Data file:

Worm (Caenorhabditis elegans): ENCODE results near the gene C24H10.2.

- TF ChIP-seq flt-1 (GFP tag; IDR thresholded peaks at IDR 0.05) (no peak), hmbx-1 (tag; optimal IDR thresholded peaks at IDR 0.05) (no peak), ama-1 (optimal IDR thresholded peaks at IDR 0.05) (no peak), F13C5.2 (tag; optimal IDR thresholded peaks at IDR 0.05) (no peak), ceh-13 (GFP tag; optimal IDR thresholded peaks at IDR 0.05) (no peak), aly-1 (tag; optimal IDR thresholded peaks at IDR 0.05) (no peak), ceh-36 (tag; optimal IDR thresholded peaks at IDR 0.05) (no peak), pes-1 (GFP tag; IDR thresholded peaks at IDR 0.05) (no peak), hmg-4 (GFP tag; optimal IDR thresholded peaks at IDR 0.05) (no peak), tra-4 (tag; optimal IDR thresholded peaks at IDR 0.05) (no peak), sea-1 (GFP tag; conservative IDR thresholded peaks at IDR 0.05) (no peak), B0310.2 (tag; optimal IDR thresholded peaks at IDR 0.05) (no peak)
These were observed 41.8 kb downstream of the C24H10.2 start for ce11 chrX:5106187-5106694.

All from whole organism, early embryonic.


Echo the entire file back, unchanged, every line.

Worm (Caenorhabditis elegans): ENCODE results near the gene C24H10.2.

- TF ChIP-seq flt-1 (GFP tag; IDR thresholded peaks at IDR 0.05) (no peak), hmbx-1 (tag; optimal IDR thresholded peaks at IDR 0.05) (no peak), ama-1 (optimal IDR thresholded peaks at IDR 0.05) (no peak), F13C5.2 (tag; optimal IDR thresholded peaks at IDR 0.05) (no peak), ceh-13 (GFP tag; optimal IDR thresholded peaks at IDR 0.05) (no peak), aly-1 (tag; optimal IDR thresholded peaks at IDR 0.05) (no peak), ceh-36 (tag; optimal IDR thresholded peaks at IDR 0.05) (no peak), pes-1 (GFP tag; IDR thresholded peaks at IDR 0.05) (no peak), hmg-4 (GFP tag; optimal IDR thresholded peaks at IDR 0.05) (no peak), tra-4 (tag; optimal IDR thresholded peaks at IDR 0.05) (no peak), sea-1 (GFP tag; conservative IDR thresholded peaks at IDR 0.05) (no peak), B0310.2 (tag; optimal IDR thresholded peaks at IDR 0.05) (no peak)
These were observed 41.8 kb downstream of the C24H10.2 start for ce11 chrX:5106187-5106694.

All from whole organism, early embryonic.